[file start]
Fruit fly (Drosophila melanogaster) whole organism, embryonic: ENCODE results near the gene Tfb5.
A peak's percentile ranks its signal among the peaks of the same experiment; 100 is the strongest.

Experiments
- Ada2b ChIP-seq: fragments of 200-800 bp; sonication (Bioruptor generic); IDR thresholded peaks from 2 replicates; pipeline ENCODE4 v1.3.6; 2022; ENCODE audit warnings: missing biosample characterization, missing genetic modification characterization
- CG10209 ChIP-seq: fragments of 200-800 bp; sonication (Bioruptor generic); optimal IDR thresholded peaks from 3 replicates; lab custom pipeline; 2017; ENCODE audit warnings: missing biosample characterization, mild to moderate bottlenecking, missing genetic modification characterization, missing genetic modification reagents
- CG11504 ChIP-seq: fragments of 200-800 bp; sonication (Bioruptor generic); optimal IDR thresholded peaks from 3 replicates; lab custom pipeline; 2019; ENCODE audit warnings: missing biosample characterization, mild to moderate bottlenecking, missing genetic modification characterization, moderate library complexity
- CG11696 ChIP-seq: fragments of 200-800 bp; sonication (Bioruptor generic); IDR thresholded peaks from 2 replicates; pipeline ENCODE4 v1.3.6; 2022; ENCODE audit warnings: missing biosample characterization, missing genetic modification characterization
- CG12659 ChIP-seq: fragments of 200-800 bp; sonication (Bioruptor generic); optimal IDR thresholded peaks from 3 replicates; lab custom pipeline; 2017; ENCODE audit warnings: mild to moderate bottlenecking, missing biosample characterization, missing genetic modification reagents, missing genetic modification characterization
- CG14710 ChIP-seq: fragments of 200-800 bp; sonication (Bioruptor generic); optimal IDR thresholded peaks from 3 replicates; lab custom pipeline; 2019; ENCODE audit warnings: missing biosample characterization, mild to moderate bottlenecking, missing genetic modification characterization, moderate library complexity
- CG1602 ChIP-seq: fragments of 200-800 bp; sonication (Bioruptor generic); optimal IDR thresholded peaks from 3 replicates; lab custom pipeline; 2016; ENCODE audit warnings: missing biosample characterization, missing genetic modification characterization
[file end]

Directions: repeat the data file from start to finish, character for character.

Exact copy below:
Fruit fly (Drosophila melanogaster) whole organism, embryonic: ENCODE results near the gene Tfb5.
A peak's percentile ranks its signal among the peaks of the same experiment; 100 is the strongest.

Experiments
- Ada2b ChIP-seq: fragments of 200-800 bp; sonication (Bioruptor generic); IDR thresholded peaks from 2 replicates; pipeline ENCODE4 v1.3.6; 2022; ENCODE audit warnings: missing biosample characterization, missing genetic modification characterization
- CG10209 ChIP-seq: fragments of 200-800 bp; sonication (Bioruptor generic); optimal IDR thresholded peaks from 3 replicates; lab custom pipeline; 2017; ENCODE audit warnings: missing biosample characterization, mild to moderate bottlenecking, missing genetic modification characterization, missing genetic modification reagents
- CG11504 ChIP-seq: fragments of 200-800 bp; sonication (Bioruptor generic); optimal IDR thresholded peaks from 3 replicates; lab custom pipeline; 2019; ENCODE audit warnings: missing biosample characterization, mild to moderate bottlenecking, missing genetic modification characterization, moderate library complexity
- CG11696 ChIP-seq: fragments of 200-800 bp; sonication (Bioruptor generic); IDR thresholded peaks from 2 replicates; pipeline ENCODE4 v1.3.6; 2022; ENCODE audit warnings: missing biosample characterization, missing genetic modification characterization
- CG12659 ChIP-seq: fragments of 200-800 bp; sonication (Bioruptor generic); optimal IDR thresholded peaks from 3 replicates; lab custom pipeline; 2017; ENCODE audit warnings: mild to moderate bottlenecking, missing biosample characterization, missing genetic modification reagents, missing genetic modification characterization
- CG14710 ChIP-seq: fragments of 200-800 bp; sonication (Bioruptor generic); optimal IDR thresholded peaks from 3 replicates; lab custom pipeline; 2019; ENCODE audit warnings: missing biosample characterization, mild to moderate bottlenecking, missing genetic modification characterization, moderate library complexity
- CG1602 ChIP-seq: fragments of 200-800 bp; sonication (Bioruptor generic); optimal IDR thresholded peaks from 3 replicates; lab custom pipeline; 2016; ENCODE audit warnings: missing biosample characterization, missing genetic modification characterization